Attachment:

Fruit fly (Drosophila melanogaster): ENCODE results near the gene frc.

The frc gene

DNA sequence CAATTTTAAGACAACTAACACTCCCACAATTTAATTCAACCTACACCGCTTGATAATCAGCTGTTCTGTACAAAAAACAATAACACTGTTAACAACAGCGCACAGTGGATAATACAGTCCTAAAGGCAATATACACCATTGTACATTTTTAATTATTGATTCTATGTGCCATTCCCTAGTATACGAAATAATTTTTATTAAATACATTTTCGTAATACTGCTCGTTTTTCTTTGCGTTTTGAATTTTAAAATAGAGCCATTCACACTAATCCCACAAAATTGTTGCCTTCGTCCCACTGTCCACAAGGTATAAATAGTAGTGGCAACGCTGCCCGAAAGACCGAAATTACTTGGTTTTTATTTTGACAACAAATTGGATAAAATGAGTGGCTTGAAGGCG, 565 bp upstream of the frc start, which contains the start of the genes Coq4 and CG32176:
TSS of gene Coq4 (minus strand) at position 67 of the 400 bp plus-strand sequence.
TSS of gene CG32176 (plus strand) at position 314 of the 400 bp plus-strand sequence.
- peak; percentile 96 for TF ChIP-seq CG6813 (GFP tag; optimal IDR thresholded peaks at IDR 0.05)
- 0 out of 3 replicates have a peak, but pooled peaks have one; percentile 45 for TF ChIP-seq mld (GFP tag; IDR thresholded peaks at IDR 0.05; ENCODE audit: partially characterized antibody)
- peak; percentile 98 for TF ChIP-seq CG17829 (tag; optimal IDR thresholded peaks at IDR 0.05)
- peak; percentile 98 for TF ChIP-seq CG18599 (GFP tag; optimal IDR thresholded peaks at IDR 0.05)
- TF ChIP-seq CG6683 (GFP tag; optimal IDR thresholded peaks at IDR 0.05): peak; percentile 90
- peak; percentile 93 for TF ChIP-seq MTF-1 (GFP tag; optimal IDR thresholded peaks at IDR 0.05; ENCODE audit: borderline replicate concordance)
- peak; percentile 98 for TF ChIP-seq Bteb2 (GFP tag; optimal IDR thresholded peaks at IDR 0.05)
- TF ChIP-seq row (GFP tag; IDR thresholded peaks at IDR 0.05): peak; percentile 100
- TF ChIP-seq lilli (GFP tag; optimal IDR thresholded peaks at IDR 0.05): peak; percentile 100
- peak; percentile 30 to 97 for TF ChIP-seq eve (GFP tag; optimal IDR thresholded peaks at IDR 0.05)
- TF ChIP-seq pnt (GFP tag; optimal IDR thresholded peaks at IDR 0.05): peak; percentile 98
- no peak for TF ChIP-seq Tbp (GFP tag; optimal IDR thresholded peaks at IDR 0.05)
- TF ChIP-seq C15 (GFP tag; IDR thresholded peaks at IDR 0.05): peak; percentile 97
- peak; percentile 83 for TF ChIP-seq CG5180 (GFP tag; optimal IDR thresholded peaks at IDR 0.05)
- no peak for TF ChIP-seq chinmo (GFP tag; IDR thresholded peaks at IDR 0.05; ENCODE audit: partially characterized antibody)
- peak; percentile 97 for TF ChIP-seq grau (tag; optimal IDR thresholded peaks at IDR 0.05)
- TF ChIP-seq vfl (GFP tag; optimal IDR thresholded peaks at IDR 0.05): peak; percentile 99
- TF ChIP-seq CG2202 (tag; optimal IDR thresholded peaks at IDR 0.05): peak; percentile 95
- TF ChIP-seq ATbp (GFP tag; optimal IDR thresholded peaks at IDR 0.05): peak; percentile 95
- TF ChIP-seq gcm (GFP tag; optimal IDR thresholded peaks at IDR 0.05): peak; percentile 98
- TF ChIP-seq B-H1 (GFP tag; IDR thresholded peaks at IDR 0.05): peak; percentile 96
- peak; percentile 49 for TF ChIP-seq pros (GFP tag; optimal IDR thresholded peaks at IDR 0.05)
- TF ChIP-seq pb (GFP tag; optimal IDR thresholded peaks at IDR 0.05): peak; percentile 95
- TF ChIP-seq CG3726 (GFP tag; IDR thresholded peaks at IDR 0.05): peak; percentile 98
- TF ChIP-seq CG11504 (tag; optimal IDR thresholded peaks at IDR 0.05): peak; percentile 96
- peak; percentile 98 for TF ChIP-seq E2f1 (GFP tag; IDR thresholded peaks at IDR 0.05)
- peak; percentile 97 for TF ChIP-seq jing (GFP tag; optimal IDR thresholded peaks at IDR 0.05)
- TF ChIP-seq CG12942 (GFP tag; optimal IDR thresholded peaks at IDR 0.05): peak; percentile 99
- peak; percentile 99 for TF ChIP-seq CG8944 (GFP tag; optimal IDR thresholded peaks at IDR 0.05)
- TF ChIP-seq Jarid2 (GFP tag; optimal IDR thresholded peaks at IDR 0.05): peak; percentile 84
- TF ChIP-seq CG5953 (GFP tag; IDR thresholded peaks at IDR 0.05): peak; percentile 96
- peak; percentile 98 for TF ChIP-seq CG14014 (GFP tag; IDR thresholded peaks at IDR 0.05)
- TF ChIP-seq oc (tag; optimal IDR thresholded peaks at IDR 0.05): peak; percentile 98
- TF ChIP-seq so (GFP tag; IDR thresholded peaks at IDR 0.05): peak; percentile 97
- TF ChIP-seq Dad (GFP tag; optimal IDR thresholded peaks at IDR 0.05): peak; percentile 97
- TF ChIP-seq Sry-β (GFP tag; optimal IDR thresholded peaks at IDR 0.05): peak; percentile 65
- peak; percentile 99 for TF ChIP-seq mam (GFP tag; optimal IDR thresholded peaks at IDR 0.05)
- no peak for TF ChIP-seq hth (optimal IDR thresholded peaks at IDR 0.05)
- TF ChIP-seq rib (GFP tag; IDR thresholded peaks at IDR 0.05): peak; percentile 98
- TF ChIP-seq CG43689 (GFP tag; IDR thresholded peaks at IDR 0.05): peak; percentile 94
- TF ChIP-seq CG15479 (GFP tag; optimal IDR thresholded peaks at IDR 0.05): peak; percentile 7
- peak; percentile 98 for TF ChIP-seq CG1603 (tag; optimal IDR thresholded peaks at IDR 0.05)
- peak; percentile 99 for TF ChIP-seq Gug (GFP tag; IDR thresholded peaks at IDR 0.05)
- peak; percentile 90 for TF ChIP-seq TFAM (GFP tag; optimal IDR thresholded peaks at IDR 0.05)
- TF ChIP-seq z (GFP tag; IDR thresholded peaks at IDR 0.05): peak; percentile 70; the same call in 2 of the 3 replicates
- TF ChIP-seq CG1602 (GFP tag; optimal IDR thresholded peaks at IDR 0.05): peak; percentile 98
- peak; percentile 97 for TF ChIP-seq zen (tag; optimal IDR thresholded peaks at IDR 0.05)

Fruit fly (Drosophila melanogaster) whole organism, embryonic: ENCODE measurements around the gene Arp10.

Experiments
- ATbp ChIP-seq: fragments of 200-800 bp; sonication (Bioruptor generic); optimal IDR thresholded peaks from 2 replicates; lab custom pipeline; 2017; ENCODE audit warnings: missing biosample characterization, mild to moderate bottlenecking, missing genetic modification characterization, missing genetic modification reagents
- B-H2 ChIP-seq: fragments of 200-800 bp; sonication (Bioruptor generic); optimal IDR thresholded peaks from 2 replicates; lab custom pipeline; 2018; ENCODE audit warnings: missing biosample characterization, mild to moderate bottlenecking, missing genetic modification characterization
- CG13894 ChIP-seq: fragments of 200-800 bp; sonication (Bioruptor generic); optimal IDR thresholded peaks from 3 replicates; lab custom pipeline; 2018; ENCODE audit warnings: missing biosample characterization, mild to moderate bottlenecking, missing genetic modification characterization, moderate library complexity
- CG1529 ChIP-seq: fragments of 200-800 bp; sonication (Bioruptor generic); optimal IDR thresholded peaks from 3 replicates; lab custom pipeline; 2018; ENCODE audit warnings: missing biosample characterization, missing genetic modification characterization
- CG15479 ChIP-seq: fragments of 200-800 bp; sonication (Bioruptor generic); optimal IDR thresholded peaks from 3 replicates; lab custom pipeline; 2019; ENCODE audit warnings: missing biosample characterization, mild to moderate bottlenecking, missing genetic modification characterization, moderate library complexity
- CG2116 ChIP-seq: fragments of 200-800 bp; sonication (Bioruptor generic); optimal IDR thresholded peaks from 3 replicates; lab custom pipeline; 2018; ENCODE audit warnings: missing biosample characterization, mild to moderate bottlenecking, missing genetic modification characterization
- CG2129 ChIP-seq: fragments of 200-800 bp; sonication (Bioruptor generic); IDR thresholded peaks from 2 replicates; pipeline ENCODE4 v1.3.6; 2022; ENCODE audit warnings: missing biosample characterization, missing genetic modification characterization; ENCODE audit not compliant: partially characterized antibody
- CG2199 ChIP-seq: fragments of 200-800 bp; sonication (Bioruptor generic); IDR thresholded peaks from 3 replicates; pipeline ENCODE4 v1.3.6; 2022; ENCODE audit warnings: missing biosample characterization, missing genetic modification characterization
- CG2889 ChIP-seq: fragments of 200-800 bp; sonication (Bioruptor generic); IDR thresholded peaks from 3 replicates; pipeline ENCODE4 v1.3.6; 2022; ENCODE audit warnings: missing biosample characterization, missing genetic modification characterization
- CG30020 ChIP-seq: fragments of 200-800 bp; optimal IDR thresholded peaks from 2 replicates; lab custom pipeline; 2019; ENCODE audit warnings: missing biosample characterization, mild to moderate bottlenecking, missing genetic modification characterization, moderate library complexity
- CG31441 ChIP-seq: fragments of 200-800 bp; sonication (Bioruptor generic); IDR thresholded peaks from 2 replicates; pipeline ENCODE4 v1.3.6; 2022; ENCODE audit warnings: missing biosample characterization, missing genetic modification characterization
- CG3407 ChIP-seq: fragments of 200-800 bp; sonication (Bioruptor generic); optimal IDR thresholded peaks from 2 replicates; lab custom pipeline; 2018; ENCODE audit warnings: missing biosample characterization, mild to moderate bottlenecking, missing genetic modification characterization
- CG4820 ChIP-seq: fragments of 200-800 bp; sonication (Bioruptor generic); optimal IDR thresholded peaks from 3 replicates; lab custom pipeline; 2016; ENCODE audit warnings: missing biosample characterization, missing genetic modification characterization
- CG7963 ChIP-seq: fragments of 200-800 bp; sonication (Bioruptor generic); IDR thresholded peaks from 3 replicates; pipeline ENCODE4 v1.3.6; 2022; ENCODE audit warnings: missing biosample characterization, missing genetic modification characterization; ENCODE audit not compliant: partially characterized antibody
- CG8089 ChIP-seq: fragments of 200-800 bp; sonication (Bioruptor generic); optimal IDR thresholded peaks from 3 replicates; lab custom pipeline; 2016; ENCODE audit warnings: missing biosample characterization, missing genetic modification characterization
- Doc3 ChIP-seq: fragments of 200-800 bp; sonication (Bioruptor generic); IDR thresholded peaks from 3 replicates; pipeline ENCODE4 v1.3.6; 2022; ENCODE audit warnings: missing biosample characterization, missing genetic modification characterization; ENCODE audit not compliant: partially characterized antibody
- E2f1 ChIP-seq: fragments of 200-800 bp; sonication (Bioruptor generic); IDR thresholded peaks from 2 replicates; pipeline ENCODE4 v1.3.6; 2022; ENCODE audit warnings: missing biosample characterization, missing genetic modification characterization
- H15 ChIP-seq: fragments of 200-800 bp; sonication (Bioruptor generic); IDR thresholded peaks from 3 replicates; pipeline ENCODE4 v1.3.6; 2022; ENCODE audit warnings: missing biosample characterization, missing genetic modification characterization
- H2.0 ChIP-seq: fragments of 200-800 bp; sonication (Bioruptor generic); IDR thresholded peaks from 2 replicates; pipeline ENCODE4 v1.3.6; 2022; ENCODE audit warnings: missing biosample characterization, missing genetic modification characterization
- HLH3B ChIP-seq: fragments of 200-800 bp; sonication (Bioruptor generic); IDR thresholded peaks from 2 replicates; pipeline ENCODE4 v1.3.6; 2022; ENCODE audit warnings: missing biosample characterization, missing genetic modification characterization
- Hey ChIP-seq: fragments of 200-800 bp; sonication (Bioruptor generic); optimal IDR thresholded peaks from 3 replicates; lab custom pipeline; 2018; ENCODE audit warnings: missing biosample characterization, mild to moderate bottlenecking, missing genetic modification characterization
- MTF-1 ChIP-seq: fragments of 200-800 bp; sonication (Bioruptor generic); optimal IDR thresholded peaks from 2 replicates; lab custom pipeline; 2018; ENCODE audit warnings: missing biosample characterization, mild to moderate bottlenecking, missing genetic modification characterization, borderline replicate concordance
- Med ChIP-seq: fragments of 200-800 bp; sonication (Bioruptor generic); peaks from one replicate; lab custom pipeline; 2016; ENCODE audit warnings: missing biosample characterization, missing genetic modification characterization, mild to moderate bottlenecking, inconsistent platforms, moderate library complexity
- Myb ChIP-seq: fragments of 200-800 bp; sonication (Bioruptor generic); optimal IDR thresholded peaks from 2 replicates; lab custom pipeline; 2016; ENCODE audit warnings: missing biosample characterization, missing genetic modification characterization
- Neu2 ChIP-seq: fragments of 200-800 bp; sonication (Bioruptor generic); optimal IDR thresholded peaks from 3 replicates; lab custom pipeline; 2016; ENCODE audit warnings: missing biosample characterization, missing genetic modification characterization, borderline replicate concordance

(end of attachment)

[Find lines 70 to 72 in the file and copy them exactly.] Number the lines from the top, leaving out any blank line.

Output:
- Doc3 ChIP-seq: fragments of 200-800 bp; sonication (Bioruptor generic); IDR thresholded peaks from 3 replicates; pipeline ENCODE4 v1.3.6; 2022; ENCODE audit warnings: missing biosample characterization, missing genetic modification characterization; ENCODE audit not compliant: partially characterized antibody
- E2f1 ChIP-seq: fragments of 200-800 bp; sonication (Bioruptor generic); IDR thresholded peaks from 2 replicates; pipeline ENCODE4 v1.3.6; 2022; ENCODE audit warnings: missing biosample characterization, missing genetic modification characterization
- H15 ChIP-seq: fragments of 200-800 bp; sonication (Bioruptor generic); IDR thresholded peaks from 3 replicates; pipeline ENCODE4 v1.3.6; 2022; ENCODE audit warnings: missing biosample characterization, missing genetic modification characterization